By Todd Ceisner
Jonathon VanDam attended his first Bassmaster Classic in 1993 at the age of 4 and hasn’t missed one since. Mostly, he’s been there to root on his uncle, Kevin VanDam, who’s won a record-tying four Classic titles with his nephew in attendance. The last couple years, the younger VanDam’s role as spectator has remained, but his main focus has been to work the Classic Expo for his sponsors.
In less than 2 months, though, he’ll get his first taste of the Classic from the competitor’s side of things. And by the sounds of it, the 24-year-old can’t wait to get to Grand Lake.
“It’s going to be pretty awesome and pretty surreal,” he said. “I’ve been going to them and watching my uncle Kevin since I was 4 years old. As much as I’m going to miss working the booth for my sponsors, it’s going to be a pretty awesome feeling to be out there on the water with a chance to fish.”
He earned that chance by winning the Lake Michigan Elite Series this past July – his first victory in 2 seasons with the Elite Series. He shrugged off a miserable morning on the final day to weigh the heaviest stringer of the tournament and win by more than 2 pounds over Brandon Palaniuk. He learned a fair bit about himself at that tournament, especially when it seemed like nothing was going to go his way on day 4.
“I was always confident in my abilities, but that was one of those days where I learned that the only way to win tournaments is if you make all the right decisions,” he said. “If you make a decision that costs you, most of the time you won’t win that tournament. Early in that day, I didn’t have anything going on and my mind started racing trying to put the pieces of the puzzle back together. That’s the one thing I learned about myself – how much I’ve changed in being able to do that. From when I started fishing the Elites 2 years ago to where I’m at now, I’m a lot more mentally sound.”
It was his lone Top-12 cut of the 2012 season and only result higher than 36th in a season that was otherwise unremarkable. In his first two Elite Series campaigns, he’s logged five Top-50 finishes and three Top-12s, a respectable total for an angler still 8 months shy of his 25th birthday. He’s still getting his footing at the top level of competition and is hopeful 2013 will result in a string of more consistent finishes.
Not That Far Off
While his triumph at Lake Michigan will always define the 2012 season for VanDam (and for good reason), his average finish of 65th in the other seven events was a result, he said, of the classic “just missed a few bites” curse. It started during the season-opening swing through Florida, where he’s still trying to get a grip on bed-fishing.
“At a lot of other events I feel like I wasn’t that far off,” he said. “There were just a few missed bites and a few lost fish here and there that cost me quite a few places. At Okeechobee, I was fishing right in the same area as Davy Hite and Chris Lane and some guys that did really well. They just seemed to get the key bites where I didn’t. The bait I was throwing wasn’t really any different from what everybody else was throwing. When it’s a flipping tournament like that, you pretty much have to hit them on the face. You have to flip it to the spot where they’re sitting. It’s not like you’re making a cast and covering lots of water.”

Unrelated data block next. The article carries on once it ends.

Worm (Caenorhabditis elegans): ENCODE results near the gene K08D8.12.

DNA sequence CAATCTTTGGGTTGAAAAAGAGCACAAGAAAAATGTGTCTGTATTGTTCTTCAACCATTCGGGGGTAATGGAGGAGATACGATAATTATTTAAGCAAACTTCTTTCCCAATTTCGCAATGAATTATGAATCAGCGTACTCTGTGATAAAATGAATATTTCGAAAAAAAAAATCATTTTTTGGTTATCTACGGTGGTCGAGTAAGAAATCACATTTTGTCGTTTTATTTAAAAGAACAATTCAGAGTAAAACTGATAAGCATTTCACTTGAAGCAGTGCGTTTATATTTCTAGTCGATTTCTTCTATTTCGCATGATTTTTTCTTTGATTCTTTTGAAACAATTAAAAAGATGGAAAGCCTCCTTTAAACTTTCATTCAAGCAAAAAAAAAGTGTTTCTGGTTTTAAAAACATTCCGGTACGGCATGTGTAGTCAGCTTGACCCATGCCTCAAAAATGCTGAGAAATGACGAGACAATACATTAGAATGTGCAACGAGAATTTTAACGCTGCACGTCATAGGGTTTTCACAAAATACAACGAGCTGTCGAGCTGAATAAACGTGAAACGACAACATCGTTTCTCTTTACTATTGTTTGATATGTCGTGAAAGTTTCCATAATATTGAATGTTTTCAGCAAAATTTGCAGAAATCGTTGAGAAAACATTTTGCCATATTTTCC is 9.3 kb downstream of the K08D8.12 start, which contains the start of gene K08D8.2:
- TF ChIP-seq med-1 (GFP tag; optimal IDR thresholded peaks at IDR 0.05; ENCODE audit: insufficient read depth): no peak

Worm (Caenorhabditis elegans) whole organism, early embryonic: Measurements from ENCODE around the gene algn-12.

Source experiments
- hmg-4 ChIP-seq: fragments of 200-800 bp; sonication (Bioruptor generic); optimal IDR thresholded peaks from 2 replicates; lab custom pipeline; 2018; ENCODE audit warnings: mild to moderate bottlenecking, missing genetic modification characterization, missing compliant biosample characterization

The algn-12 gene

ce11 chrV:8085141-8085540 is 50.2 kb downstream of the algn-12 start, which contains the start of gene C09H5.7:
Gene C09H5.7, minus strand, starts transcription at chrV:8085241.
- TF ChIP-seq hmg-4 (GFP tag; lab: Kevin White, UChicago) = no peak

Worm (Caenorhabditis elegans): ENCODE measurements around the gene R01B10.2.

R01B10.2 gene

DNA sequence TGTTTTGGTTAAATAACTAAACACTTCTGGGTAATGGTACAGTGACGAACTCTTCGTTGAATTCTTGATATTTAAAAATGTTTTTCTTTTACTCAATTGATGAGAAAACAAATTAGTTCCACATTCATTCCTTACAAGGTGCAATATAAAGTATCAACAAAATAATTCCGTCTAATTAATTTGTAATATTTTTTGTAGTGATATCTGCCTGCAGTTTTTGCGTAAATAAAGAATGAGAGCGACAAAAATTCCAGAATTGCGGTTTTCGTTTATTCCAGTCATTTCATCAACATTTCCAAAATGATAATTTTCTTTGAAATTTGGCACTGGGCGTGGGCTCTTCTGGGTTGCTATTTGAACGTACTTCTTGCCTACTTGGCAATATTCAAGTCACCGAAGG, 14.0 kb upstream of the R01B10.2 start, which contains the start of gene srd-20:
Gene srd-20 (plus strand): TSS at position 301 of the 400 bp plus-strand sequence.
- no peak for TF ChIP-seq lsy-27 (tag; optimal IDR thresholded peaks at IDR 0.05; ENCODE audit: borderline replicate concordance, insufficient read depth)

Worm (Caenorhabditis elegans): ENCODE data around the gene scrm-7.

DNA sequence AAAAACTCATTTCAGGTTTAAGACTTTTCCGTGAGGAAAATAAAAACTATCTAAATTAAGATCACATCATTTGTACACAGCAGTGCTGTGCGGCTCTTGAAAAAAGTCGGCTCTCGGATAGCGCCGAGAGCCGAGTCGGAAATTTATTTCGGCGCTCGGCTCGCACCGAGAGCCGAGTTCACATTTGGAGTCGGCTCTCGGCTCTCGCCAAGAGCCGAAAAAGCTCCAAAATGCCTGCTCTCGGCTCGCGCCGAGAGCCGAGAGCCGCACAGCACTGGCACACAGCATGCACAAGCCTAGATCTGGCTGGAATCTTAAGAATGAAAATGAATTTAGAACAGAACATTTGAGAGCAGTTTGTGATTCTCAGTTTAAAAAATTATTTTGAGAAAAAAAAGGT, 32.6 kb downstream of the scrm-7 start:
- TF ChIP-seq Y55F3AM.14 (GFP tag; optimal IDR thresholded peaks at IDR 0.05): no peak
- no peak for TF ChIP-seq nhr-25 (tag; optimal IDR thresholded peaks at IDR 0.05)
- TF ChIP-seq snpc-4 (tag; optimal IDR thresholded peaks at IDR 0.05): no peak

Like most young anglers, he’s been hamstrung by a lack of experience at certain lakes or in some regions of the country. The only way to solve that, he says, is to spend time on the water and begin to put the pieces together in his mind. Only then will he be able to strive for the consistency that some of his elders on tour have displayed.
“It’s real important,” he said. “I expect a lot more out of myself than what I’ve been able to accomplish in the last 2 years. The one thing that’s different (in 2013) than it has been in the past is I’ve actually been to a majority of the places that we’re going to. I have some knowledge and that’s just how it seems to work out. Your first couple years you don’t really have much knowledge of the lakes and the places we go to and you lose a lot of time. Whereas some people are fishing older spots or they’ve been to the lake a number of times so they have ideas of areas to go look at. If you haven’t, then you’re running all over the lake trying to see as much as you can see.”
Bring On The Chill
As one of a handful of northerners in the field for the upcoming Classic, count VanDam among the crowd that wouldn’t mind seeing air temperatures hover around the freezing mark. He’s grown up fishing in some less-than-inviting conditions and during a recent fun-fishing outing with Mark Zona, they had to chip through a thin sheet of ice near the ramp to access some fishable water on a lake near his Kalamazoo, Mich., home.
“I love the fact that it could be 20 degrees and snowing down there,” he said. “Looking at the lake and how it lays out, I really feel like I’ll be able to Michigan-fish them. A lot of the things that we do up here in the early spring that’s kind of different from anywhere else in the country, I feel like that could possibly be really good down there.”
He spent 3 days at Grand Lake before it went off limits and likes the potential it holds.
“It was definitely very beneficial to get down there and spend a few days riding around and getting a layout of the lake,” he said. “From everything I saw, there’s a lot of different opportunities and a lot of different ways to catch them. There will be something that plays to the strengths of just about everyone. That’s the thing with the Classic – you’re not there to finish in the Top 10. Everyone’s swinging for the fences so it’ll be interesting to see the kinds of patterns that are going to be prevalent.”